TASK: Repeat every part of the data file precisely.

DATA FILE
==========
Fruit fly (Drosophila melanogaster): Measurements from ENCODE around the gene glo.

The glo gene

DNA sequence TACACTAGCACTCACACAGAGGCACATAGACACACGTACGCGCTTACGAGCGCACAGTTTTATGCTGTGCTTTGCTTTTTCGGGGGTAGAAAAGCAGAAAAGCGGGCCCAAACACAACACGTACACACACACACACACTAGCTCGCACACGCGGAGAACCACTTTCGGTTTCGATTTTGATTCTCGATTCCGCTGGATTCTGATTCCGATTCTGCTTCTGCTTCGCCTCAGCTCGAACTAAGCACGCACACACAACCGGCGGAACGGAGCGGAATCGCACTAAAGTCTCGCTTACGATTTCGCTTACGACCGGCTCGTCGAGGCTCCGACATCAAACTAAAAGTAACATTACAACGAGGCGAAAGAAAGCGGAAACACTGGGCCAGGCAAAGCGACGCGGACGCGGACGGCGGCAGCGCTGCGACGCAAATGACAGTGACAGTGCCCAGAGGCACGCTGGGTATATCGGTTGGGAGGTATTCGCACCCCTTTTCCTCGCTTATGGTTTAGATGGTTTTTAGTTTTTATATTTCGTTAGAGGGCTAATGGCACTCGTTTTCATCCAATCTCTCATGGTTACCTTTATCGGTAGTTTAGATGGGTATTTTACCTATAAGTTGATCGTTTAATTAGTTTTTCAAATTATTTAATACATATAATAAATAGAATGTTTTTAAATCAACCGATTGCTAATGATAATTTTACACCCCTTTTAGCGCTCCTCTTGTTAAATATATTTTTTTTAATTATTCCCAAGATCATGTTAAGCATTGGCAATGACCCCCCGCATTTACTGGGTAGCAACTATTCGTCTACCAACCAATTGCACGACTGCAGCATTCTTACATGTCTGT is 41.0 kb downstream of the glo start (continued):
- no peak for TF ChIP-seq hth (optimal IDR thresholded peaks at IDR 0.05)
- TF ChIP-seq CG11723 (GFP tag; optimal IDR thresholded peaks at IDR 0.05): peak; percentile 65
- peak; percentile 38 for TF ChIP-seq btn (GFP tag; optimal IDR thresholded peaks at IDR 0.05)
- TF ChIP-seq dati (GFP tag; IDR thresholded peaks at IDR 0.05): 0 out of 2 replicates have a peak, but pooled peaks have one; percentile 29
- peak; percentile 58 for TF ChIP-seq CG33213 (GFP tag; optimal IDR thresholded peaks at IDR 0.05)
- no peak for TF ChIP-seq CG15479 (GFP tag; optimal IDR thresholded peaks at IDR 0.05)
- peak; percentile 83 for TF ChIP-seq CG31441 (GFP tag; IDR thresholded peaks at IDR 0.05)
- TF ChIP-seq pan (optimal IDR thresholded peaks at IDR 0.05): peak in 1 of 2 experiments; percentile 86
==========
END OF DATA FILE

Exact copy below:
Fruit fly (Drosophila melanogaster): Measurements from ENCODE around the gene glo.

The glo gene

DNA sequence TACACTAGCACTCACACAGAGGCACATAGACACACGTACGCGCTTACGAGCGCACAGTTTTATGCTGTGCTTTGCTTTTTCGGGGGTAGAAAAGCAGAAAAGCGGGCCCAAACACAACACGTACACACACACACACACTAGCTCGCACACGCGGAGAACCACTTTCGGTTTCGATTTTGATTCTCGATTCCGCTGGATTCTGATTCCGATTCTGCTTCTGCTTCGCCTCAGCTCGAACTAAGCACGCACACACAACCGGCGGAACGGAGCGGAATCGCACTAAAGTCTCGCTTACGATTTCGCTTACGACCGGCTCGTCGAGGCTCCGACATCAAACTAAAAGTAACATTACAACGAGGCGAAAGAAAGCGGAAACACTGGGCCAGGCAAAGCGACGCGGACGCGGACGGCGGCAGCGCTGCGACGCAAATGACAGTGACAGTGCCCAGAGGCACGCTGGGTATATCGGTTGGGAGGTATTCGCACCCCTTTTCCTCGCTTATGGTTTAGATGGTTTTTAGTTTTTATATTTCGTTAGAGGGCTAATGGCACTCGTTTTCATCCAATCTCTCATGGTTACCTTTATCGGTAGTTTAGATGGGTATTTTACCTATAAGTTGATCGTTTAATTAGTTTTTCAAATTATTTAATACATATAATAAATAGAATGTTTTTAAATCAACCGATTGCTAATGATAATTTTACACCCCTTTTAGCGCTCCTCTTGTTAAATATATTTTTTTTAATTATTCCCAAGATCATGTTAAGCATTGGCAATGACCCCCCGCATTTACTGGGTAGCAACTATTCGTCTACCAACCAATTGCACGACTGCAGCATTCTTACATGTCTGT is 41.0 kb downstream of the glo start (continued):
- no peak for TF ChIP-seq hth (optimal IDR thresholded peaks at IDR 0.05)
- TF ChIP-seq CG11723 (GFP tag; optimal IDR thresholded peaks at IDR 0.05): peak; percentile 65
- peak; percentile 38 for TF ChIP-seq btn (GFP tag; optimal IDR thresholded peaks at IDR 0.05)
- TF ChIP-seq dati (GFP tag; IDR thresholded peaks at IDR 0.05): 0 out of 2 replicates have a peak, but pooled peaks have one; percentile 29
- peak; percentile 58 for TF ChIP-seq CG33213 (GFP tag; optimal IDR thresholded peaks at IDR 0.05)
- no peak for TF ChIP-seq CG15479 (GFP tag; optimal IDR thresholded peaks at IDR 0.05)
- peak; percentile 83 for TF ChIP-seq CG31441 (GFP tag; IDR thresholded peaks at IDR 0.05)
- TF ChIP-seq pan (optimal IDR thresholded peaks at IDR 0.05): peak in 1 of 2 experiments; percentile 86